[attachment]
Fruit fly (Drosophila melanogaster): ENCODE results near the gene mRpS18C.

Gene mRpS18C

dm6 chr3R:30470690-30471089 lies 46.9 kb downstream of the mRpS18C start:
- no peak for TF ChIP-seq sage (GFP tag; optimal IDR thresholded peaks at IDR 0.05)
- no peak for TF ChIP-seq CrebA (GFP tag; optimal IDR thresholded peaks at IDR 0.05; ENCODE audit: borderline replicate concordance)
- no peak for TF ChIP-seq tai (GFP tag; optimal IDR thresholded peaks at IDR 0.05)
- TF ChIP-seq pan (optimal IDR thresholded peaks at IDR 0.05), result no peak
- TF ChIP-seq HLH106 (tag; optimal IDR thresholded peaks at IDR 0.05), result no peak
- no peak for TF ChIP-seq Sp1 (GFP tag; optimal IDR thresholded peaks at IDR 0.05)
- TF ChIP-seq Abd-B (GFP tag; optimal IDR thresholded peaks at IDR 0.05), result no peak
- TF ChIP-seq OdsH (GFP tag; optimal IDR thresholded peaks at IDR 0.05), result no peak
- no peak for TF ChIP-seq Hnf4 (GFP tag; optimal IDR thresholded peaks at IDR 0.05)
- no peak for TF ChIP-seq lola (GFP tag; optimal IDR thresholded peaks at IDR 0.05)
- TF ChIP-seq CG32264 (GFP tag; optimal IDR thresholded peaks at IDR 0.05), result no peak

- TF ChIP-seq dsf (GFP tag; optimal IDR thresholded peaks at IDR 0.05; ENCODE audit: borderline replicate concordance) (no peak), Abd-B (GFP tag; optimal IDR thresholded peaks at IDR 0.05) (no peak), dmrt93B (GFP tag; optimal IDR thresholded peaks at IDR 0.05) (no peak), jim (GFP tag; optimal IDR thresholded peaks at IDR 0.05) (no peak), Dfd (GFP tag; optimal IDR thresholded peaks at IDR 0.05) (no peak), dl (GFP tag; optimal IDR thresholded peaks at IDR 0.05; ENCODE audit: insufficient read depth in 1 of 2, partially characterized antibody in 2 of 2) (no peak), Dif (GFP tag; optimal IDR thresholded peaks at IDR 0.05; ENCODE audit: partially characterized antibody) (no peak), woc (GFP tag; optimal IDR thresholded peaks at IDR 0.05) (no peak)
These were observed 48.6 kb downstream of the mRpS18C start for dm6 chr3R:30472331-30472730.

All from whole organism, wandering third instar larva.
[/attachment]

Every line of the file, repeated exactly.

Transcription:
Fruit fly (Drosophila melanogaster): ENCODE results near the gene mRpS18C.

Gene mRpS18C

dm6 chr3R:30470690-30471089 lies 46.9 kb downstream of the mRpS18C start:
- no peak for TF ChIP-seq sage (GFP tag; optimal IDR thresholded peaks at IDR 0.05)
- no peak for TF ChIP-seq CrebA (GFP tag; optimal IDR thresholded peaks at IDR 0.05; ENCODE audit: borderline replicate concordance)
- no peak for TF ChIP-seq tai (GFP tag; optimal IDR thresholded peaks at IDR 0.05)
- TF ChIP-seq pan (optimal IDR thresholded peaks at IDR 0.05), result no peak
- TF ChIP-seq HLH106 (tag; optimal IDR thresholded peaks at IDR 0.05), result no peak
- no peak for TF ChIP-seq Sp1 (GFP tag; optimal IDR thresholded peaks at IDR 0.05)
- TF ChIP-seq Abd-B (GFP tag; optimal IDR thresholded peaks at IDR 0.05), result no peak
- TF ChIP-seq OdsH (GFP tag; optimal IDR thresholded peaks at IDR 0.05), result no peak
- no peak for TF ChIP-seq Hnf4 (GFP tag; optimal IDR thresholded peaks at IDR 0.05)
- no peak for TF ChIP-seq lola (GFP tag; optimal IDR thresholded peaks at IDR 0.05)
- TF ChIP-seq CG32264 (GFP tag; optimal IDR thresholded peaks at IDR 0.05), result no peak

- TF ChIP-seq dsf (GFP tag; optimal IDR thresholded peaks at IDR 0.05; ENCODE audit: borderline replicate concordance) (no peak), Abd-B (GFP tag; optimal IDR thresholded peaks at IDR 0.05) (no peak), dmrt93B (GFP tag; optimal IDR thresholded peaks at IDR 0.05) (no peak), jim (GFP tag; optimal IDR thresholded peaks at IDR 0.05) (no peak), Dfd (GFP tag; optimal IDR thresholded peaks at IDR 0.05) (no peak), dl (GFP tag; optimal IDR thresholded peaks at IDR 0.05; ENCODE audit: insufficient read depth in 1 of 2, partially characterized antibody in 2 of 2) (no peak), Dif (GFP tag; optimal IDR thresholded peaks at IDR 0.05; ENCODE audit: partially characterized antibody) (no peak), woc (GFP tag; optimal IDR thresholded peaks at IDR 0.05) (no peak)
These were observed 48.6 kb downstream of the mRpS18C start for dm6 chr3R:30472331-30472730.

All from whole organism, wandering third instar larva.